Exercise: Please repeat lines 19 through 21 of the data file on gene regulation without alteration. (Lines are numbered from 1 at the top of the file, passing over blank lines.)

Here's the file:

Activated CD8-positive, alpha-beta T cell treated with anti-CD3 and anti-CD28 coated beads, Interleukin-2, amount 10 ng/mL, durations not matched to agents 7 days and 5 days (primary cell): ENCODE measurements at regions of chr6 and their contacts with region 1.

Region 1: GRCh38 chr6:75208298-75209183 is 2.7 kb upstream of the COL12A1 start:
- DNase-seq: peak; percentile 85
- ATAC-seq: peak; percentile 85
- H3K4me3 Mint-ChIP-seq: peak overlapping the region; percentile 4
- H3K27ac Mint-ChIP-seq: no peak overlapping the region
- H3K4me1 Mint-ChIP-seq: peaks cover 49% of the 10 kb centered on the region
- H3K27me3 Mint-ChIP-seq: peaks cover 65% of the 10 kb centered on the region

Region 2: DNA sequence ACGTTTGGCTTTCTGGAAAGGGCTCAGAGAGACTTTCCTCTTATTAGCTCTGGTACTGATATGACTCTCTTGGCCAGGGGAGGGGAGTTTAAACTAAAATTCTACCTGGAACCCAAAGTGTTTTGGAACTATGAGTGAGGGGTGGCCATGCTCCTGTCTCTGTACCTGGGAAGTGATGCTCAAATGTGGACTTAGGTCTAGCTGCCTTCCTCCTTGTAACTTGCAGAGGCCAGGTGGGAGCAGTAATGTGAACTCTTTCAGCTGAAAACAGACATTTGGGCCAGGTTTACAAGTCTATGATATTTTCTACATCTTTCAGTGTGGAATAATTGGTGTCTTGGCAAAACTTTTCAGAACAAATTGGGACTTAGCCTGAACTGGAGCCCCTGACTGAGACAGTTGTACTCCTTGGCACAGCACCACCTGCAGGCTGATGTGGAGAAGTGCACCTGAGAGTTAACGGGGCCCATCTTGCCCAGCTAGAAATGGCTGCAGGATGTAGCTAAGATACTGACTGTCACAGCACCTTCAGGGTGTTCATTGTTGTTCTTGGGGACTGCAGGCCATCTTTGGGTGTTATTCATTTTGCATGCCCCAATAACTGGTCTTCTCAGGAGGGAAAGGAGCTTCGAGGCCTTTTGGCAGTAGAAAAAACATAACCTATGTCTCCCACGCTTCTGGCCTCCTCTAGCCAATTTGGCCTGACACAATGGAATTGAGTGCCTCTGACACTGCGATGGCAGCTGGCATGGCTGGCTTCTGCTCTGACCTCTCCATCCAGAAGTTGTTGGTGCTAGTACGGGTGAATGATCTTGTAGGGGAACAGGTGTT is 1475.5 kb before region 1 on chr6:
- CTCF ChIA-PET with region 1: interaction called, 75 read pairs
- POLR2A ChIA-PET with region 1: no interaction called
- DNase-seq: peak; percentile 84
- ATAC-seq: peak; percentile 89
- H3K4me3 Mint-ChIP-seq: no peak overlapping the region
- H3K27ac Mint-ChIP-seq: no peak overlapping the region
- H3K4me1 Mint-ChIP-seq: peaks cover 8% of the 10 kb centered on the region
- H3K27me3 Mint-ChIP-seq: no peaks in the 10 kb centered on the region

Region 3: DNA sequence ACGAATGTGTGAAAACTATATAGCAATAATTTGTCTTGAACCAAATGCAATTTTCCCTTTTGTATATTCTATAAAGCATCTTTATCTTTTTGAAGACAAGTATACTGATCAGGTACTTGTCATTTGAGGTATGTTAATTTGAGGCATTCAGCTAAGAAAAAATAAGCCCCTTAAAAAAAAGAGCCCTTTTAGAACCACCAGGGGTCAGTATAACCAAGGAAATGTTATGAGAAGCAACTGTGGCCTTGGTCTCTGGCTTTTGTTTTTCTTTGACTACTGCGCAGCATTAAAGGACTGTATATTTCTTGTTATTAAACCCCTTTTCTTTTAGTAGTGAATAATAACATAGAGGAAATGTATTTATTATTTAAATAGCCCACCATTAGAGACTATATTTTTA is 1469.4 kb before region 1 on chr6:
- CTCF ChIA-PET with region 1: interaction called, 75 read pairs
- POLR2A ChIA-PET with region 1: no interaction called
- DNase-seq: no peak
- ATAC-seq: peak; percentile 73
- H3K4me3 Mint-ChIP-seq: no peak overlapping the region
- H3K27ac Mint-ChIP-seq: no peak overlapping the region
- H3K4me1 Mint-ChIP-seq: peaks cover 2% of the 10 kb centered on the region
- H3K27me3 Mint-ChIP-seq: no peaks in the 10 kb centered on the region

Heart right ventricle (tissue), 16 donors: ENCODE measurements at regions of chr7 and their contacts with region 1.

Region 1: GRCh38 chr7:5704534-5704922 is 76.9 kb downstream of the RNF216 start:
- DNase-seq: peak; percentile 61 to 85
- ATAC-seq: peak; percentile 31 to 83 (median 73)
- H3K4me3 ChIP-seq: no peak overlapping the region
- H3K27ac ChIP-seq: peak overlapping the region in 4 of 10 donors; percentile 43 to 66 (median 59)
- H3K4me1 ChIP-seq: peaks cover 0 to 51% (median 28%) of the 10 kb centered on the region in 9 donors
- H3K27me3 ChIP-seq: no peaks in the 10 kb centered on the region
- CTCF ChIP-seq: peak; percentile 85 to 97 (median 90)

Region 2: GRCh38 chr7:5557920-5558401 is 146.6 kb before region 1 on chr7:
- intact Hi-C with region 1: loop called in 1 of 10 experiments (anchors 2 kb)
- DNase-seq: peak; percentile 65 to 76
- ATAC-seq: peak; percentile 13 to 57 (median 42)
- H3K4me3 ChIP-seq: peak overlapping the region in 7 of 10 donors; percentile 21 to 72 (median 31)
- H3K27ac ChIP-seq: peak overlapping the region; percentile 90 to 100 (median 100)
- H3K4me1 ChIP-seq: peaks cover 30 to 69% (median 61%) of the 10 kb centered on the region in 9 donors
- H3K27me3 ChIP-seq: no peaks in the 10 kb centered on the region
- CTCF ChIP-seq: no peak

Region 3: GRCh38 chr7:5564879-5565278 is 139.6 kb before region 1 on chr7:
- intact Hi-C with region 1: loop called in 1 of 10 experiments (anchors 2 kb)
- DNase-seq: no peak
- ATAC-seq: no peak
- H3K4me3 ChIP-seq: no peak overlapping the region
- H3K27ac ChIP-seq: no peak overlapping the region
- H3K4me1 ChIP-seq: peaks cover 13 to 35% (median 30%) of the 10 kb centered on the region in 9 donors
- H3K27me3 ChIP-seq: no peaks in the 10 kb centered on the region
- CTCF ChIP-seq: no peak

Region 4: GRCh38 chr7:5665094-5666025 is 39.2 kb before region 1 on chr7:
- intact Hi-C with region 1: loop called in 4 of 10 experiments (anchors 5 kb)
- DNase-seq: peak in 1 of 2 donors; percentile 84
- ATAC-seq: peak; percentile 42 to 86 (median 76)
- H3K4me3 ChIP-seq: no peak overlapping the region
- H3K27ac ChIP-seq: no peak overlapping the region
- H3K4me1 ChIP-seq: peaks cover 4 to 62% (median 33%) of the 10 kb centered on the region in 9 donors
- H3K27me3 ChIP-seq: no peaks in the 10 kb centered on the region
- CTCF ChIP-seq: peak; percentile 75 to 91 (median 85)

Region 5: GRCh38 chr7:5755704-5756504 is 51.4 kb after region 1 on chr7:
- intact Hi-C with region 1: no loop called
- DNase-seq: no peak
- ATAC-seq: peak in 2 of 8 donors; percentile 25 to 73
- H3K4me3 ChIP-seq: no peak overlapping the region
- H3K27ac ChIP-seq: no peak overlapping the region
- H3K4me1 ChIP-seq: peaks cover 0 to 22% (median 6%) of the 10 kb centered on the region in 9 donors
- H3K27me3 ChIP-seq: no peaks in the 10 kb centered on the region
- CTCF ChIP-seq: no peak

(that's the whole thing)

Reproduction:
- CTCF ChIA-PET with region 1: interaction called, 75 read pairs
- POLR2A ChIA-PET with region 1: no interaction called
- DNase-seq: no peak